January 31, 2017
Few books have challenged me lately like Cal Newport's recent book, Deep Work: Rules for Focused Success in a Distracted World. As a pastor, my world can sometimes feel fragmented and chaotic, especially with the demands that come from leading a church.
There are times where I get to the end of a week and wonder where it went. Did I make a difference? Did I help in any way to move the church forward? As a pastor I also recognize that a big part of what I do involves people, but rarely does it come in neat, orderly timeframes that are easy to manage organizationally. In some respects, a chaotic schedule seems to come with the territory.
One tension though, is the recognition that I'm also tasked with communicating God's Word and administrating the ministries of the church. A responsibility we dare not take lightly nor relegate to the margins of our busy ministries. That's where Newport's book comes in. He argues for the importance of deep work, that ability to focus on intellectually demanding tasks and to do so without distraction.
Indeed, what can be more demanding in ministry than the careful exegeting and faithful communication of Scripture? The book is divided into two basic parts, the first is how Deep Work will produce massive benefits, while the second part gives practical ""rules"" for adopting and supporting this skill. Newport argues that Deep Work will make you;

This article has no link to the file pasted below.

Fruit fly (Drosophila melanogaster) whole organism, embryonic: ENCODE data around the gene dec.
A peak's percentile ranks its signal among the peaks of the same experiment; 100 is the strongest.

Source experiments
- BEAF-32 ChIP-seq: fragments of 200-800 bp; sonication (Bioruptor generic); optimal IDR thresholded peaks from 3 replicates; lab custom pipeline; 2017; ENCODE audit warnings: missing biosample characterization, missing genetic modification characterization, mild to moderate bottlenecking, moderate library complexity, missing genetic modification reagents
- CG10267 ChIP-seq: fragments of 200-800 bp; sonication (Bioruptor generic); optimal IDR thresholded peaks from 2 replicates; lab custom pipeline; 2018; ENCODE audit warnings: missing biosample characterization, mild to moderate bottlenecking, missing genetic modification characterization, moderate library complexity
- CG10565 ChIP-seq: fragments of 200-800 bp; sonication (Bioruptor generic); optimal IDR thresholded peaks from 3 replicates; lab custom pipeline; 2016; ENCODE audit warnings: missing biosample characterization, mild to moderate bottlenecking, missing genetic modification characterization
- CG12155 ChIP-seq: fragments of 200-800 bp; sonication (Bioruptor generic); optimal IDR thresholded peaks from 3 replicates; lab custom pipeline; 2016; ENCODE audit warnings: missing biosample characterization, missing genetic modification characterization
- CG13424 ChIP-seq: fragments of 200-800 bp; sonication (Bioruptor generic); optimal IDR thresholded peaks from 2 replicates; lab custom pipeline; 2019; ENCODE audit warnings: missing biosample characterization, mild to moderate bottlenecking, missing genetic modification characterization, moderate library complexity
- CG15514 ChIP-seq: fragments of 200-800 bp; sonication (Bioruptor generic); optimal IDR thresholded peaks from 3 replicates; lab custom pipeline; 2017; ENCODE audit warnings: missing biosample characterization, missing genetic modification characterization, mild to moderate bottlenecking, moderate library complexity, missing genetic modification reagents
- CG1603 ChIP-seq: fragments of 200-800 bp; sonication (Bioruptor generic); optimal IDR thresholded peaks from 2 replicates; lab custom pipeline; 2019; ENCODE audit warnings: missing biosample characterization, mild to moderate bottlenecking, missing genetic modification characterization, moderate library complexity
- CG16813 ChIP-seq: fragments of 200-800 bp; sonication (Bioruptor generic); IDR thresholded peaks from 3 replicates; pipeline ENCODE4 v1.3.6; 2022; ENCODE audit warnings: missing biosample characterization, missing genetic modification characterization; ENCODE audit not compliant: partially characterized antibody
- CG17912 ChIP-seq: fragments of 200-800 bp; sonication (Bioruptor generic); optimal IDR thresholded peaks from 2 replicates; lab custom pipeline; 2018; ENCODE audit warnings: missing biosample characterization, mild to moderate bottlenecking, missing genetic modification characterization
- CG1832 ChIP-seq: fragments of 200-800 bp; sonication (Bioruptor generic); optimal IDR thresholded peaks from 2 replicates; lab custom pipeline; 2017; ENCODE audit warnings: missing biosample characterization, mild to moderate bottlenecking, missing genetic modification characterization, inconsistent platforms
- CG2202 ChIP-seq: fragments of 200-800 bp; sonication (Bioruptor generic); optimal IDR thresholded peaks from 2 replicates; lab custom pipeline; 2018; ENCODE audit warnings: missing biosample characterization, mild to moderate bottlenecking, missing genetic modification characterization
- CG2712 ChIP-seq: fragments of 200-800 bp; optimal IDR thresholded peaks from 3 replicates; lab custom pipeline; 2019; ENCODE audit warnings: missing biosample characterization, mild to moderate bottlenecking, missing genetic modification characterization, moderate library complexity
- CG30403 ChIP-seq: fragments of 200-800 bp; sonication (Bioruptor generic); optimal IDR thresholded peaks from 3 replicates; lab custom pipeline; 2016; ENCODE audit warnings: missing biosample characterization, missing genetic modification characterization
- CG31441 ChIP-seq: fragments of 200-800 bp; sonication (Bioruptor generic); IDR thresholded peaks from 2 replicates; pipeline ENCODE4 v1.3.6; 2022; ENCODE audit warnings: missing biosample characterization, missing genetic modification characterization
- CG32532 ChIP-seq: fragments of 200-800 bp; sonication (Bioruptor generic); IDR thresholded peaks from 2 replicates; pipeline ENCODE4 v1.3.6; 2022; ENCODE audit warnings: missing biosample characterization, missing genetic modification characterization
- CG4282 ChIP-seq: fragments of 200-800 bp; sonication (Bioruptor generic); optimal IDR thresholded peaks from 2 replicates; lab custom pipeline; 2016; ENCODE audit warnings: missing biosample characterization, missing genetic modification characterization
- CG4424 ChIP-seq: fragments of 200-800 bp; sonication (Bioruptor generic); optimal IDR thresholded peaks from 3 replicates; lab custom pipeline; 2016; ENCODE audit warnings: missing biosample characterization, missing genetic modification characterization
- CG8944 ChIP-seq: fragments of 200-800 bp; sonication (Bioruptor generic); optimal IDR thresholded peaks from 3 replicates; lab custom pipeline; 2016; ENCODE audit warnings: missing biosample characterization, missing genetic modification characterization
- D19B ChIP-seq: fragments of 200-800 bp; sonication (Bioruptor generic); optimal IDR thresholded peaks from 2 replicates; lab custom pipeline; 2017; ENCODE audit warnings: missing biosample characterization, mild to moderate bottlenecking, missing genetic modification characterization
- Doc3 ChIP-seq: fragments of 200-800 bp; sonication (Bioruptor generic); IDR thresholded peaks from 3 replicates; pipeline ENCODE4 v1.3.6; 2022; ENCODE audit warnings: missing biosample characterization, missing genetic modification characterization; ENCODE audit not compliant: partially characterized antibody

Who could possibly argue against any of those benefits? What resonated with me was his argumentation for disconnecting from the very distractions that make deep work almost impossible - the need for constant conectivity.
If you truly want to master your time, make a more profound contribution, or even learn the rationale for what robs your ability to focus, then this book is a must. Filled with real-life stories, as well as proven strategies, I found it a helpful resource even in a profession like pastoral ministry, where schedules can lean towards the chaotic.
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